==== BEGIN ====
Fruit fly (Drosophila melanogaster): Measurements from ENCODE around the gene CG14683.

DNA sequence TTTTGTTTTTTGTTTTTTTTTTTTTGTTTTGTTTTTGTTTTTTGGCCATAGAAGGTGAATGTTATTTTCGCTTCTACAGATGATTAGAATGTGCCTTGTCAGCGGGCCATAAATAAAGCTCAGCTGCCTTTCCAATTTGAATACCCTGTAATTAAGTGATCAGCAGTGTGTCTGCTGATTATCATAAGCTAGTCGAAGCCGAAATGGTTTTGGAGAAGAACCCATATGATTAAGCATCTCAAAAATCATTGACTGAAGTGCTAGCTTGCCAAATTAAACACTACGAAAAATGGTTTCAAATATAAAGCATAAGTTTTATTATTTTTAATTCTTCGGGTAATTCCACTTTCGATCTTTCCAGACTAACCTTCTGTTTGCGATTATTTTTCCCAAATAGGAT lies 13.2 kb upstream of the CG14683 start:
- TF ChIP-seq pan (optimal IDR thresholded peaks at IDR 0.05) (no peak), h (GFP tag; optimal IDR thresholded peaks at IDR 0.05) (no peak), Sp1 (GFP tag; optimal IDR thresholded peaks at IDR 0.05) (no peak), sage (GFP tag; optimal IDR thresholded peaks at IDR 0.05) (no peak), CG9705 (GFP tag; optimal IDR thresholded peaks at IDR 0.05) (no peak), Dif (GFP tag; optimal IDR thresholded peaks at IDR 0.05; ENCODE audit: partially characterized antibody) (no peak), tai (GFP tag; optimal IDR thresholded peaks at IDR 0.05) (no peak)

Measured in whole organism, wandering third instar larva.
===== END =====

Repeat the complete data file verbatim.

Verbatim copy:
Fruit fly (Drosophila melanogaster): Measurements from ENCODE around the gene CG14683.

DNA sequence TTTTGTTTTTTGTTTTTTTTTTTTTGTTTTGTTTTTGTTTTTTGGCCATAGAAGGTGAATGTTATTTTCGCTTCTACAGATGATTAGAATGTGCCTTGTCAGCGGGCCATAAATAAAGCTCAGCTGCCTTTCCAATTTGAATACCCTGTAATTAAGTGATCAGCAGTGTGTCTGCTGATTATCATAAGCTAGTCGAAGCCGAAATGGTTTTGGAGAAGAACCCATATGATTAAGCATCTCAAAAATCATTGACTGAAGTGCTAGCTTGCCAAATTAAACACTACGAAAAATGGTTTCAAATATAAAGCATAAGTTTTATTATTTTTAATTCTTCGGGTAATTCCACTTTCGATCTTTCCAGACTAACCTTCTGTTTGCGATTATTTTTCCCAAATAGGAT lies 13.2 kb upstream of the CG14683 start:
- TF ChIP-seq pan (optimal IDR thresholded peaks at IDR 0.05) (no peak), h (GFP tag; optimal IDR thresholded peaks at IDR 0.05) (no peak), Sp1 (GFP tag; optimal IDR thresholded peaks at IDR 0.05) (no peak), sage (GFP tag; optimal IDR thresholded peaks at IDR 0.05) (no peak), CG9705 (GFP tag; optimal IDR thresholded peaks at IDR 0.05) (no peak), Dif (GFP tag; optimal IDR thresholded peaks at IDR 0.05; ENCODE audit: partially characterized antibody) (no peak), tai (GFP tag; optimal IDR thresholded peaks at IDR 0.05) (no peak)

Measured in whole organism, wandering third instar larva.